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Mykelti Williamson (#110 of 11)

Summer of ‘89: Miracle Mile

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Summer of ‘89: <em>Miracle Mile</em>
Summer of ‘89: <em>Miracle Mile</em>

I used to think of Steve De Jarnatt’s magnificently oddball Miracle Mile as one of the most achingly romantic movies I’d ever seen. My younger self, experiencing it for the first time, saw it as a “boy meets girl” story spun out to its most rapturous extreme—a story of souls fused in the belly of nuclear fire. Many years and multiple viewings later, it feels a lot less straightforward. Roger Ebert closes his enthusiastic review of the film with an observation: “If there’s ever an hour’s warning that the nuclear missiles are on the way, thanks all the same, but I’d just as soon not know about it.” At one level, Miracle Mile is the story of a solipsistic young man’s attempt to make that decision for a woman he barely knows, using deception to selfishly separate her from family in what might be their last hour on earth. At another, it’s a perfect time capsule—its finger unerringly on the pulse of a society that had been taught not to let the threat of nuclear holocaust keep it up at night. But boy, those nightmares.

This one begins like a pleasantly hazy post-pubescent fever dream. Anthony Edwards, his star freshly ascendant off Revenge of the Nerds and Top Gun, plays musician and awkward romantic Harry Washello. In a languid opening montage at the La Brea Tar Pits in Los Angeles, he meets cute with the equally dorky Julie (a terrific Mare Winningham), hitting it off with the proto-Manic Pixie Dream Girl all afternoon. They resolve to meet after her late shift at an all-night diner on the Miracle Mile stretch of Wilshire Boulevard, but a missed alarm causes him to arrive too late to catch her. That’s when things take a shocking U-turn into the Twilight Zone, as Harry answers a call meant for someone else at the payphone outside the diner, only to hear that America’s nukes had been launched and the retaliatory strike will hit L.A. in an hour. Naturally, Harry sets out to retrieve his girl from her grandmother’s nearby apartment and escort her to a rooftop helipad, where a chopper would presumably take them to safety.

Justified Recap Season 3, Episode 13, "Slaughterhouse"

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Justified Recap: Season 3, Episode 13, “Slaughterhouse”

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Justified Recap: Season 3, Episode 13, “Slaughterhouse”

The major criticism of Justified’s third season is that it’s included a few too many plot elements. Especially in its latter half, season three has been a nonstop cavalcade of conniving and double crossing, and as such has, at times, been too busy to truly resonate. This was especially the case in last week’s episode, which moved neatly from one plot point to another, wrapping up the story of the Bennett money. However, this week’s finale, “Slaughterhouse,” is the sort of episode that can prompt a reexamination of an entire season’s worth of themes and ideas. I’ve long suspected that Justified has been illustrating a point about the ultimate emptiness of its characters’ continual struggle against each other, but it’s also a dark and unsettling examination of our relationship with the past.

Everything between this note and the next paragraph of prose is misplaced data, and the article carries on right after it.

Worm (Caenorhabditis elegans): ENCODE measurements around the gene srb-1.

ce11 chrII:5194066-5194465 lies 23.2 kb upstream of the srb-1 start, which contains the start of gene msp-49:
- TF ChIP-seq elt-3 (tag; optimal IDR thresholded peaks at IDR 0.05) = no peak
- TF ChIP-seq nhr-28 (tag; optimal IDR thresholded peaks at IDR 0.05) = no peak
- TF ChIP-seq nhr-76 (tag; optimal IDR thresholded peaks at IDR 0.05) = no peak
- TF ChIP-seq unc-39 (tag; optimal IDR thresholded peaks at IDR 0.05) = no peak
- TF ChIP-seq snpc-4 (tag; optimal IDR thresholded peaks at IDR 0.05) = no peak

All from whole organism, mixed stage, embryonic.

Justified Recap Season 3, Episode 12, ‘‘Coalition’‘

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Justified Recap: Season 3, Episode 12, ’’Coalition’’

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Justified Recap: Season 3, Episode 12, ’’Coalition’’

If Justified feels plot heavy of late, it’s out of necessity given the premise of the third season: A disparate bunch of criminals, lawmen, and mobsters fight it out for control of Harlan County crime following the death of Mags Bennett. As countless characters play their own angles and hatch their own plans, the season has been, at points, a tad bloated. Thematically, though, this makes sense, as the mess of plot elements is conspicuously juxtaposed against the whole lot of nothing it ultimately amounts to. The show’s making a pertinent point about the destabilizing force of power struggles. However, as this week’s episode, ’’Coalition,’’ rushes to bring most of the plot threads to a close, I wonder if this point is worth all of the excess clutter.

Justified Recap Season 3, Episode 11, "Measures"

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Justified Recap: Season 3, Episode 11, “Measures”

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Justified Recap: Season 3, Episode 11, “Measures”

An episode like “Measures” seemed inevitable at this point in Justified’s third season. Its role is simple: to set up the bloodshed coming in the final two episodes. This isn’t a criticism: There may not be much to say about “Measures” thematically, but the expectation of what’s to come creates more than enough tension to prop up the episode. It says perhaps even more about the season as a whole that episodes without clear through lines and ideas have become such a conspicuous rarity.

Justified Recap Season 3, Episode 10, "Guy Walks Into a Bar"

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Justified Recap: Season 3, Episode 10, “Guy Walks Into a Bar”

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Justified Recap: Season 3, Episode 10, “Guy Walks Into a Bar”

It’s fitting that the title of this week’s installment of Justified is the classic joke lead-in “Guy Walks Into a Bar,” because the entire episode plays out like the season’s punchline. It’s the point when all of Harlan County’s absurdities become so extreme they begin to wrap back around on themselves, and everyone finally just throws their hands in the air and says, “Screw it.” Really, the episode may as well have been titled “Forget It, Raylan, It’s Harlan County.”